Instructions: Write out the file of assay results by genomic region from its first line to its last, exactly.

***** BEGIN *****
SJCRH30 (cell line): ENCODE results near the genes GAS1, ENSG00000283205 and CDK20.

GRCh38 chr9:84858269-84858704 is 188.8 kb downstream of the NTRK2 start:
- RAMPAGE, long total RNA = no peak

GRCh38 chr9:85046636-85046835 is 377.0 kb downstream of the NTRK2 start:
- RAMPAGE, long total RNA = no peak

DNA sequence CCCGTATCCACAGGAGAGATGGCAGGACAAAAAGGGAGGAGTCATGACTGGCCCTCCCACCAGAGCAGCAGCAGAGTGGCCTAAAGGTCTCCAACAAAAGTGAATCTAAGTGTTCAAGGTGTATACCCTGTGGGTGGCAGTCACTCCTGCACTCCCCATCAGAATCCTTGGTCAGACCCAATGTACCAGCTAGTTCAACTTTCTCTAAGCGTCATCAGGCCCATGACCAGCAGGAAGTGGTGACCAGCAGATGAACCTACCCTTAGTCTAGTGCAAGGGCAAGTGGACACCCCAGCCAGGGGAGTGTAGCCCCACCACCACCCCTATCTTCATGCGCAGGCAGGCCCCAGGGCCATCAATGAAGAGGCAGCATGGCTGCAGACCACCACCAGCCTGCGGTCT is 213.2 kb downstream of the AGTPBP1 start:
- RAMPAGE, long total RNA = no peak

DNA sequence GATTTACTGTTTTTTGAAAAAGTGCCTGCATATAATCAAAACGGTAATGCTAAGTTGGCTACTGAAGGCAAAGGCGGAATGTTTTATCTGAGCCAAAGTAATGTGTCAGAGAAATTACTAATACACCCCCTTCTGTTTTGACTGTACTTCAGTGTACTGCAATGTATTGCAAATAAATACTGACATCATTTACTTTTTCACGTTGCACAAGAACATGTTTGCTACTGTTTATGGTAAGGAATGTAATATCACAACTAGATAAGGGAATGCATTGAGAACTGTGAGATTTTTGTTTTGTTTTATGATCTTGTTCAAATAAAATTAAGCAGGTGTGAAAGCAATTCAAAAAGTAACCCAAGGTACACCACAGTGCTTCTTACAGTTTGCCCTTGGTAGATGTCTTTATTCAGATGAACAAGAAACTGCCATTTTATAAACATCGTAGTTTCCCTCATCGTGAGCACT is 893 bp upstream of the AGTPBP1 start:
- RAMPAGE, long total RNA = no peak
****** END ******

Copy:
SJCRH30 (cell line): ENCODE results near the genes GAS1, ENSG00000283205 and CDK20.

GRCh38 chr9:84858269-84858704 is 188.8 kb downstream of the NTRK2 start:
- RAMPAGE, long total RNA = no peak

GRCh38 chr9:85046636-85046835 is 377.0 kb downstream of the NTRK2 start:
- RAMPAGE, long total RNA = no peak

DNA sequence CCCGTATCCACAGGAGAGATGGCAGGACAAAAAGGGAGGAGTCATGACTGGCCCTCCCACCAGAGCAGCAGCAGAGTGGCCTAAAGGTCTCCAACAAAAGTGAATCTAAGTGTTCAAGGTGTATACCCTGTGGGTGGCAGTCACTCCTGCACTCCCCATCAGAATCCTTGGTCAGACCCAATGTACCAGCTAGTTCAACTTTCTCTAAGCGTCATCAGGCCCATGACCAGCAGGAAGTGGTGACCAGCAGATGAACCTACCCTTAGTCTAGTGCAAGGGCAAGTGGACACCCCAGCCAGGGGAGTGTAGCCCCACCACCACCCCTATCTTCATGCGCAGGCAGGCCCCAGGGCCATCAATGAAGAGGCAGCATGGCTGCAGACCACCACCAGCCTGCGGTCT is 213.2 kb downstream of the AGTPBP1 start:
- RAMPAGE, long total RNA = no peak

DNA sequence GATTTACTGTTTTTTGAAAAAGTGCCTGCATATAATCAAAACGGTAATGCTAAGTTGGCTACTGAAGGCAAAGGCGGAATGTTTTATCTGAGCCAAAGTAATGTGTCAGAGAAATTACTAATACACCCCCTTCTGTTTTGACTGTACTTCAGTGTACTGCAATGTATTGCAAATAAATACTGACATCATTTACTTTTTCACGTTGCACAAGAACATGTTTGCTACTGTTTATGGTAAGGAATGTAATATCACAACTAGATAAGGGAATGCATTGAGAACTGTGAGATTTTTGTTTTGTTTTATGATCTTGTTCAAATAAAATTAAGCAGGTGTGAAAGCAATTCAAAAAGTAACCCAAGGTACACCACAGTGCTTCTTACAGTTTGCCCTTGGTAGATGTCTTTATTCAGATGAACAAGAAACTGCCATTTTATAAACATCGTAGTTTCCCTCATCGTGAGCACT is 893 bp upstream of the AGTPBP1 start:
- RAMPAGE, long total RNA = no peak